The Authority is given no power to tax, but to provide the funds necessary to permit its purposes, or projects, to be accomplished is empowered by subparagraph (i) of section 4: "To borrow money, make and issue negotiable notes, bonds and other evidences of indebtedness or obligations (herein called `bonds') of the Authority, not exceeding $2,000,000,000 in the aggregate, and not exceeding a total of $1,000,000,000 in the first 4 years after the effective date of this Act, for the acquisition, construction, reconstruction and improvement of highway projects in such amounts as to defray the ordinary and contingent expenses of the Authority, and in such amounts as necessary for defraying the cost of such projects and to secure the payment of such bonds, or any part thereof, by pledge or deed of trust of all or any of its revenues, rentals and receipts, and to make such agreements with the purchasers or holders of such bonds or with others in connection with any such bonds, whether issued or to be issued, as the Authority shall deem advisable and, in general, to provide for the security of said bonds and the rights of the holders thereof." Ensuing subparagraphs permit the Authority to borrow money or accept grants from any Federal agency (par. 101-4(1)); to pledge or encumber all revenues and receipts of the Authority as security for its obligation (par. 101-4(m)); and it is expressly provided in subparagraph (n) that the obligations and debts of the Authority shall not be deemed to be obligations of the State or any of its political subdivisions.
Section 6 (par. 101-6) has to do with the terms of the bonds the Authority issues, which must mature in a period not exceeding 30 years and may bear interest at a rate not in excess of 7% per annum, while section 7 (par. 101-7) sets forth the rights and remedies of the bondholders. It is the purport of subparagraph (a) of section 6 that the obligation of the Authority on its bonds may be restricted "to all or any of the rentals or receipts of the Authority from all or any projects or properties." (Emphasis added.) Noteworthy in light of the emphasized words are the provisions of subparagraph (j) of section 4 which give the Authority power: "To convey property, without charge, to the State of Illinois if and when all debts, which have been secured by the income from such property, have been paid."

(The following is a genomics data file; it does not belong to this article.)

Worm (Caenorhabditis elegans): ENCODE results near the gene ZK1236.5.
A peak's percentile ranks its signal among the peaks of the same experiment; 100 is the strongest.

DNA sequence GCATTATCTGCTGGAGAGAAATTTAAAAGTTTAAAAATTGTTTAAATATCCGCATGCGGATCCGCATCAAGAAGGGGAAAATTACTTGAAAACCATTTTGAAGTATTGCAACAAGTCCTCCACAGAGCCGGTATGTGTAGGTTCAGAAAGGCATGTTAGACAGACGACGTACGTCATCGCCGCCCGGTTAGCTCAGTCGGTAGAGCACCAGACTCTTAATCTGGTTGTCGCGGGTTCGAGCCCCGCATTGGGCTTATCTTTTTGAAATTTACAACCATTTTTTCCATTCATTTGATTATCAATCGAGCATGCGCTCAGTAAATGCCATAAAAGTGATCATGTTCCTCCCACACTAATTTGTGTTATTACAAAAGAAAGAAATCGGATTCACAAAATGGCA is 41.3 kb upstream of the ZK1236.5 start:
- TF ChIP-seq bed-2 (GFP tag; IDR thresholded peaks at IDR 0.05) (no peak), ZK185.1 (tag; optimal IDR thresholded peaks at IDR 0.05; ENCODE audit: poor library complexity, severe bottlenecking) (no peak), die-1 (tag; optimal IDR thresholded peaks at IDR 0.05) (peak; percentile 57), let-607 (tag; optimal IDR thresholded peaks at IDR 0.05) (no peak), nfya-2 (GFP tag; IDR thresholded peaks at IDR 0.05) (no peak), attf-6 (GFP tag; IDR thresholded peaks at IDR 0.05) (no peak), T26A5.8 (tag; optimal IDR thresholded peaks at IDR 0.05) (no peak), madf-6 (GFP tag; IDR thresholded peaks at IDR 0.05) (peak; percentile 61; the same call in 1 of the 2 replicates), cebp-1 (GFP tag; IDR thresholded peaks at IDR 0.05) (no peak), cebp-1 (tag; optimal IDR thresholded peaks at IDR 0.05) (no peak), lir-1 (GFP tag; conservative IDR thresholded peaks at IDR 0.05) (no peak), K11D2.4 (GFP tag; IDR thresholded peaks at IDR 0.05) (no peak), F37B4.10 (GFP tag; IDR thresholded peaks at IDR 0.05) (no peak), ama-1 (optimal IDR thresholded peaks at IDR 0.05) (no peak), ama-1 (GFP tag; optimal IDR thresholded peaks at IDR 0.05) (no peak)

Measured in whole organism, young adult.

Other sections of the act having some pertinency to the principal issue raised here are: Subparagraph (j) of section 2 (par. 101-2(j)) wherein the terms "equipment," "facilities" and "furnishings" as used in the Act are defined as including "any equipment and furnishings whatsoever as may be deemed desirable and required by the Department of Public Works and Buildings for the use of such project"; the direction in subparagraph (n) of section 4 that: "The Authority shall cooperate with the Department in the preparation of plans and specifications for any project;" section 5 (par. 101-5) which permits the Authority and the Department of Public Works and Buildings to enter into agreements for mutual co-operation in the use of employees, equipment and services incidental to the construction, maintenance and operation of projects; section 14 (par. 101-14) which provides that whenever additional land or interests in land are required by the Authority for its corporate purposes, "the Department of Public Works and Buildings, with the approval of the Governor, shall have power and authority to acquire such lands by purchase or condemnation, in the name of the State of Illinois"; and section 15 (par. 101-15) authorizing the Authority to provide by rule that construction bids may be submitted to the Department of Public Works and Buildings as agent for the Authority.